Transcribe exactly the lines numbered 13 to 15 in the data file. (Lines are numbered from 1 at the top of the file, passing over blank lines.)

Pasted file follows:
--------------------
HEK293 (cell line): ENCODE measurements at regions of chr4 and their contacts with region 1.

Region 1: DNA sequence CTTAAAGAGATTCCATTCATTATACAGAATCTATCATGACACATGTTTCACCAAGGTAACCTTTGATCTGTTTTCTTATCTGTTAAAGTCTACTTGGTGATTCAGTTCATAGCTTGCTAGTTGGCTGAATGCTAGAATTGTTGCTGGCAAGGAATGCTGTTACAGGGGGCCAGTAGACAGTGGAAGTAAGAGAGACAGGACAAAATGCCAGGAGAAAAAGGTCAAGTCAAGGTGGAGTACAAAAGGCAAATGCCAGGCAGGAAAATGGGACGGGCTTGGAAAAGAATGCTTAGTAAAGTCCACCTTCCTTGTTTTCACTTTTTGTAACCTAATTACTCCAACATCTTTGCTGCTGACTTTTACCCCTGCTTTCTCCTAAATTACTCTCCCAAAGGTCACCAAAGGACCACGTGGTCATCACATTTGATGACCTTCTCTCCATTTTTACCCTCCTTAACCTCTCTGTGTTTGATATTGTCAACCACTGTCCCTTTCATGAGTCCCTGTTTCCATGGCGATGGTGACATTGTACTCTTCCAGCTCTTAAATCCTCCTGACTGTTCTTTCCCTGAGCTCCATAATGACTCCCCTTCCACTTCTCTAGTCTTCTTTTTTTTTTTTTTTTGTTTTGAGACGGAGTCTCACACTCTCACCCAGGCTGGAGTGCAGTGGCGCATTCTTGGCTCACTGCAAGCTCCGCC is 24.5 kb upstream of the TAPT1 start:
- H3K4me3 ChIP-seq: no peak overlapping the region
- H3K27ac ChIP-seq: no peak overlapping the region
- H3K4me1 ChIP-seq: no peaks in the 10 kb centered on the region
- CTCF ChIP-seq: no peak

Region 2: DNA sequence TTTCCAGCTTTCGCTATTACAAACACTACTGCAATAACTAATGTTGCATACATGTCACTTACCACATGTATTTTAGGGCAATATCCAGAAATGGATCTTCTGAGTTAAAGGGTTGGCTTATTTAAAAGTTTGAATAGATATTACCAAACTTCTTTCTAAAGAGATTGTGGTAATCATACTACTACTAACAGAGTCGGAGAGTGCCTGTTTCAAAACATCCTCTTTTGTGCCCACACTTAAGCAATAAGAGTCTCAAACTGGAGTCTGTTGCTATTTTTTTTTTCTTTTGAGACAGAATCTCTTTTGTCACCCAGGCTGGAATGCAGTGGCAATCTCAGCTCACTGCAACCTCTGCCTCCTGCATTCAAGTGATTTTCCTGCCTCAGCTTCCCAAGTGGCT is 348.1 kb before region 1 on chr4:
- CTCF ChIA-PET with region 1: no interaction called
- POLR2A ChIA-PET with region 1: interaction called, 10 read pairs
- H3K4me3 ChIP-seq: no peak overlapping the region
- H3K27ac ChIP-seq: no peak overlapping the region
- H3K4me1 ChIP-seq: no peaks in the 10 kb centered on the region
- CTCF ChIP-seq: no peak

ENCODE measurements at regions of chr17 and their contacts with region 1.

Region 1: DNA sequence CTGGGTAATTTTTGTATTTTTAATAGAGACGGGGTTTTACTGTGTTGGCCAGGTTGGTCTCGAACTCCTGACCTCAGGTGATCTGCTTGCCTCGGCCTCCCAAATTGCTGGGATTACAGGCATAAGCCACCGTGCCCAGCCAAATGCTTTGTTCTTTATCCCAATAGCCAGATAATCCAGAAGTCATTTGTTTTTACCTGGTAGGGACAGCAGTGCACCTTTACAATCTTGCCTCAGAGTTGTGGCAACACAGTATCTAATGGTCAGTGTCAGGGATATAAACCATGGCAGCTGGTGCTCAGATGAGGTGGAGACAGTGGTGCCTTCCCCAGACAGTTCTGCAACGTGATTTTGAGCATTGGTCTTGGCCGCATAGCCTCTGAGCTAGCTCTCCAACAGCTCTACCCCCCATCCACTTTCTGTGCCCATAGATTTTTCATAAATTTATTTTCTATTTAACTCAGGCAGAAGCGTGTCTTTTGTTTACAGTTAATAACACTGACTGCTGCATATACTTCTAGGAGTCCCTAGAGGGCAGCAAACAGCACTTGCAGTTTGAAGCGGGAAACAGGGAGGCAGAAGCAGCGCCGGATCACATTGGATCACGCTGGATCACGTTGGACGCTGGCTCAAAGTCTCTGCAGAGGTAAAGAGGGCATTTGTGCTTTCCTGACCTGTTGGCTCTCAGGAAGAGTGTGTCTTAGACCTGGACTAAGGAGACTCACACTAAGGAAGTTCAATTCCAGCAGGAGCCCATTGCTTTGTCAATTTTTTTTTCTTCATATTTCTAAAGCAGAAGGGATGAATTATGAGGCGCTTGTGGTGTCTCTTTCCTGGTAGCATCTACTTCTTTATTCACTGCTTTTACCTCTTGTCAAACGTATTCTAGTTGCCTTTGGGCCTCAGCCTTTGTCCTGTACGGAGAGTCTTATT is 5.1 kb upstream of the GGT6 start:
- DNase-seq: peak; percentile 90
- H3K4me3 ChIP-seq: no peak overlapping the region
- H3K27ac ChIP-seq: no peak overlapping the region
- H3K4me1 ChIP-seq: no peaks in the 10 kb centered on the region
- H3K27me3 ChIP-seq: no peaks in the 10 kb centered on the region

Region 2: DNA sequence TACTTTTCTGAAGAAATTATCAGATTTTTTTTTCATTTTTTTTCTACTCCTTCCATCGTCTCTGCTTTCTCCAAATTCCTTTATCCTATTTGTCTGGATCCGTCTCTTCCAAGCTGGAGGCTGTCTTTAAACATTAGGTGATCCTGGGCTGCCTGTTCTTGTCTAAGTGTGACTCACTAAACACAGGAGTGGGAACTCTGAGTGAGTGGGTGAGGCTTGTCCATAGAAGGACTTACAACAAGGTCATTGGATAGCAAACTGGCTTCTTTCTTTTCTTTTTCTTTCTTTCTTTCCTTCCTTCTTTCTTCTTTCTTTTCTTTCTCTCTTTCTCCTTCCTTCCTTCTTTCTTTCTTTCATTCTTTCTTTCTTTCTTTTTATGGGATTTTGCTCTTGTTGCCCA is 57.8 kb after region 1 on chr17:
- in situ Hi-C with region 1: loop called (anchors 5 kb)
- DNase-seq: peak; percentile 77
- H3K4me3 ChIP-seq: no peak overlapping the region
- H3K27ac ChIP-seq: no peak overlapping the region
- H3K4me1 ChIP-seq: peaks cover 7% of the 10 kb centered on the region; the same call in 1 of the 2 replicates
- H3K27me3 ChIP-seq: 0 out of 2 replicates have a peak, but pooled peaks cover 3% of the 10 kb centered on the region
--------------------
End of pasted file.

- CTCF ChIP-seq: no peak

ENCODE measurements at regions of chr17 and their contacts with region 1.

Region 1: DNA sequence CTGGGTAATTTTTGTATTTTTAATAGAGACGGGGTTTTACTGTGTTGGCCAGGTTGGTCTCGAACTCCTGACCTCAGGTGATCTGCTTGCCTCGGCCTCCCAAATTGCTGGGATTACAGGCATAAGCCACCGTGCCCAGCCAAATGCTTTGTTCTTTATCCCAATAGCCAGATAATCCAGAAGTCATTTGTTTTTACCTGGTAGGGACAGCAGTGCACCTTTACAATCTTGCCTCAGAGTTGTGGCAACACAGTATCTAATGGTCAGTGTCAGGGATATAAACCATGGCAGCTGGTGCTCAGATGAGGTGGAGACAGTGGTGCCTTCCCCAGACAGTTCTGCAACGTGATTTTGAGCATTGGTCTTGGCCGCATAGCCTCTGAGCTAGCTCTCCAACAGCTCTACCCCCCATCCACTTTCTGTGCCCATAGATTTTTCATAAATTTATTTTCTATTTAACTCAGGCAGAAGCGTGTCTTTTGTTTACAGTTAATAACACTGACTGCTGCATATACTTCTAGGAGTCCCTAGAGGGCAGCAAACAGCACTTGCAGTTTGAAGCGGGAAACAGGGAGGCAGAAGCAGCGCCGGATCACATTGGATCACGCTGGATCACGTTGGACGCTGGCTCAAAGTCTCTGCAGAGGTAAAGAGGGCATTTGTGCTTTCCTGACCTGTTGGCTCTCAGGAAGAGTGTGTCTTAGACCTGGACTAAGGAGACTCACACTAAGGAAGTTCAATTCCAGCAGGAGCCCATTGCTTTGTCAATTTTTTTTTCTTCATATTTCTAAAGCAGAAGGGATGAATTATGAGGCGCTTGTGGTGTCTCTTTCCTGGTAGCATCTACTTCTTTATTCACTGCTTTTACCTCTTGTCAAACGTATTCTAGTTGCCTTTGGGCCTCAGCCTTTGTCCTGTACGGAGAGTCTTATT is 5.1 kb upstream of the GGT6 start: